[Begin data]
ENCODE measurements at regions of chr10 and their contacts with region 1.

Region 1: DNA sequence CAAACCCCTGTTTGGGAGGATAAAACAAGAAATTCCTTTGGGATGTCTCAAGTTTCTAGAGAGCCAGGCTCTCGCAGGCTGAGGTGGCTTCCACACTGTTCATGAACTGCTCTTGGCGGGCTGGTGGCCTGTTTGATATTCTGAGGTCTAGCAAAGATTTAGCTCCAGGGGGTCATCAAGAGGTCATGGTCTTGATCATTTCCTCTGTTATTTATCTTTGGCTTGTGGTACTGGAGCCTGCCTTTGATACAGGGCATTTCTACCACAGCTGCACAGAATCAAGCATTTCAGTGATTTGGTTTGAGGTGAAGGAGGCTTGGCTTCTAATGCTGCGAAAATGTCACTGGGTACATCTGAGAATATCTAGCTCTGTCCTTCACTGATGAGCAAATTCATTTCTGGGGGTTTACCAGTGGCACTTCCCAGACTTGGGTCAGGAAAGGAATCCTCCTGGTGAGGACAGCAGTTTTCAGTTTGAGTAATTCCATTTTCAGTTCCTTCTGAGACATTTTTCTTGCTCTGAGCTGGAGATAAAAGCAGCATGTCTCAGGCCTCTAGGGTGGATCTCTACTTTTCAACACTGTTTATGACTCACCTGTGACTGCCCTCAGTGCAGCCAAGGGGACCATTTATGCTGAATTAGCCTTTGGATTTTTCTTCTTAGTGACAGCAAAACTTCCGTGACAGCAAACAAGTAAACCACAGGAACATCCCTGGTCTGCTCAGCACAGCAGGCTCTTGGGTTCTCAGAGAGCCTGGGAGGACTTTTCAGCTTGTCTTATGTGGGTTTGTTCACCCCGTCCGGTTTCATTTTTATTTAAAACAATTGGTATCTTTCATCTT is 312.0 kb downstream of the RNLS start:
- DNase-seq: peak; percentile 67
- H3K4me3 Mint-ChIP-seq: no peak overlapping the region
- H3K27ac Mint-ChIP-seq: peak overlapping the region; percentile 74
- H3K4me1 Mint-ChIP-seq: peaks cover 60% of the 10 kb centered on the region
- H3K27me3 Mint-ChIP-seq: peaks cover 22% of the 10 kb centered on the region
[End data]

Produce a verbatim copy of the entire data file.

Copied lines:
ENCODE measurements at regions of chr10 and their contacts with region 1.

Region 1: DNA sequence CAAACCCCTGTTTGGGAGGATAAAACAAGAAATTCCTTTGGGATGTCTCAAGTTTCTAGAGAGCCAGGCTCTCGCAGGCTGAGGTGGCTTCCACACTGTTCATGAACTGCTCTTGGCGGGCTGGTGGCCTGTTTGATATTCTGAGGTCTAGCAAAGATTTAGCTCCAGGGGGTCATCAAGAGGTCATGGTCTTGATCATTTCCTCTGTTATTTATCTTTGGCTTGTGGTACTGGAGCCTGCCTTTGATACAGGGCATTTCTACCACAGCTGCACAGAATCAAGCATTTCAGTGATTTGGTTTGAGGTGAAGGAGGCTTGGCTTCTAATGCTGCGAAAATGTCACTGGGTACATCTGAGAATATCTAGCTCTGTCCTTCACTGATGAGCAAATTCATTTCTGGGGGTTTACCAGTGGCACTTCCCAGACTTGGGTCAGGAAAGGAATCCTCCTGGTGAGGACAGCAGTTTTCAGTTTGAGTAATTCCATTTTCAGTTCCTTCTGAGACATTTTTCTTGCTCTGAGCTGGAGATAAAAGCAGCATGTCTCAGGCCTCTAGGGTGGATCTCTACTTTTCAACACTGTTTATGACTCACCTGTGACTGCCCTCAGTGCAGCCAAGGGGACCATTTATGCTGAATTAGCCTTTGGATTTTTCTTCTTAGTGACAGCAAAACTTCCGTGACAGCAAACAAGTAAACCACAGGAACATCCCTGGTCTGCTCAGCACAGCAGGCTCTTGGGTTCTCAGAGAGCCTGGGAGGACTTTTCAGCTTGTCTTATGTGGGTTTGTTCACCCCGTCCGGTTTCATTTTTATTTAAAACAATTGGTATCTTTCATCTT is 312.0 kb downstream of the RNLS start:
- DNase-seq: peak; percentile 67
- H3K4me3 Mint-ChIP-seq: no peak overlapping the region
- H3K27ac Mint-ChIP-seq: peak overlapping the region; percentile 74
- H3K4me1 Mint-ChIP-seq: peaks cover 60% of the 10 kb centered on the region
- H3K27me3 Mint-ChIP-seq: peaks cover 22% of the 10 kb centered on the region